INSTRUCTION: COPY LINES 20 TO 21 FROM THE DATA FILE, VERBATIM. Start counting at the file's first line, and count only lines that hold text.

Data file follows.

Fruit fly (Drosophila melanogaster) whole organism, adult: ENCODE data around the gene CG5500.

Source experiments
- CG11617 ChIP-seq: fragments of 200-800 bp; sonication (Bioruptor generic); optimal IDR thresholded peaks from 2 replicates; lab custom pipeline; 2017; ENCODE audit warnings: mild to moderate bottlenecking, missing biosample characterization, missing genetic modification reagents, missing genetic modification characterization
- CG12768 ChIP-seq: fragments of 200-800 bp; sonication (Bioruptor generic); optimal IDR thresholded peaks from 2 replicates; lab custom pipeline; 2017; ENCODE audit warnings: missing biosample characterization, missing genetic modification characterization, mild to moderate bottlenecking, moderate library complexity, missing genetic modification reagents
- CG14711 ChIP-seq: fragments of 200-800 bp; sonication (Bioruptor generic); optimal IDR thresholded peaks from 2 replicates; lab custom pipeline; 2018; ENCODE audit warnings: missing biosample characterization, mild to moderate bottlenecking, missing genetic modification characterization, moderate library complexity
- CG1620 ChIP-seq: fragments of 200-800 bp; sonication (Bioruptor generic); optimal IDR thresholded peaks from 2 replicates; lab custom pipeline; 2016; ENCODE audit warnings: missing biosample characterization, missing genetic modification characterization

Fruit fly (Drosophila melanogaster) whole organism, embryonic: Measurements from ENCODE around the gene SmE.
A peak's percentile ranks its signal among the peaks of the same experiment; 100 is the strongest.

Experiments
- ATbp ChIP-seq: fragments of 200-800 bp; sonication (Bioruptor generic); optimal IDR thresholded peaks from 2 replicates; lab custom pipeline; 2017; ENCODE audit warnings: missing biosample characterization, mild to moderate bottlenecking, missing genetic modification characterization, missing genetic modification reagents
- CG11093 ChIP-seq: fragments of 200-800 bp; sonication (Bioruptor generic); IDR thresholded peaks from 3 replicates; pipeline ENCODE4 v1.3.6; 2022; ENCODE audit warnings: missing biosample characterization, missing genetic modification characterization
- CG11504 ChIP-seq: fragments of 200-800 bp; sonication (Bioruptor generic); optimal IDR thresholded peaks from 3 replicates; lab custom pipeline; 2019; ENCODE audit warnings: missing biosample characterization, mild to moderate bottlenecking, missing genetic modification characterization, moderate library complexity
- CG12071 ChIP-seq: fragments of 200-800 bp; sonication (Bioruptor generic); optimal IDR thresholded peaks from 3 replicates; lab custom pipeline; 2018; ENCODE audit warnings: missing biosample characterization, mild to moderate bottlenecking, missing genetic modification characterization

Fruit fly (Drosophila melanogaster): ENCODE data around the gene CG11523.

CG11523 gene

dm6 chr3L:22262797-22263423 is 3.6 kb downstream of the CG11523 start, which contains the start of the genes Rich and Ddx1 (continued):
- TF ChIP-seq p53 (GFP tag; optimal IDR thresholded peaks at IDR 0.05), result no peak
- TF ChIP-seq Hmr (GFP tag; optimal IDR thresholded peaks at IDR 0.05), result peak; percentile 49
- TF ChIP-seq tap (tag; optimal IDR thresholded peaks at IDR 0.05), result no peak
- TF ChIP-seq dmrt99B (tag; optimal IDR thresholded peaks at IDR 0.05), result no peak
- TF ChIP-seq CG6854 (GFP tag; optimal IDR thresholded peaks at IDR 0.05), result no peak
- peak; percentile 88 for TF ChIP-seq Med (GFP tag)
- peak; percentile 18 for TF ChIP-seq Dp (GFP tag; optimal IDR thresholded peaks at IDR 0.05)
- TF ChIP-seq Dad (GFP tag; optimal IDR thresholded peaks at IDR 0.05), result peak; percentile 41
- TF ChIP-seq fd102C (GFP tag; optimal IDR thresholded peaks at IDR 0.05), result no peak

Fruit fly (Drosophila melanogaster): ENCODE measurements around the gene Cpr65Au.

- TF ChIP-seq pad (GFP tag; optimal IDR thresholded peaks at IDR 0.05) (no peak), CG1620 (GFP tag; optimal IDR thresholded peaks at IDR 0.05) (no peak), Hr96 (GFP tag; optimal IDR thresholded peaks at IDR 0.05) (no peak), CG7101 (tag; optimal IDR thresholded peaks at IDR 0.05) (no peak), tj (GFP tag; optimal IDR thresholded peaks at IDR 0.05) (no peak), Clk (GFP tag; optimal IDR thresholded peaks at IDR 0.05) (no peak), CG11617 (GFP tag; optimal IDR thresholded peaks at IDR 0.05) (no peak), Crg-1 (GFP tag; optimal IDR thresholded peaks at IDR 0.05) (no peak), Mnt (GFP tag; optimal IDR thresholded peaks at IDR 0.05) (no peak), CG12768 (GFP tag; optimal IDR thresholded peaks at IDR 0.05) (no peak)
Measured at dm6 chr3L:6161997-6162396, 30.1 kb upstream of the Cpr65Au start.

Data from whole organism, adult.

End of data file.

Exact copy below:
- TF ChIP-seq dmrt99B (tag; optimal IDR thresholded peaks at IDR 0.05), result no peak
- TF ChIP-seq CG6854 (GFP tag; optimal IDR thresholded peaks at IDR 0.05), result no peak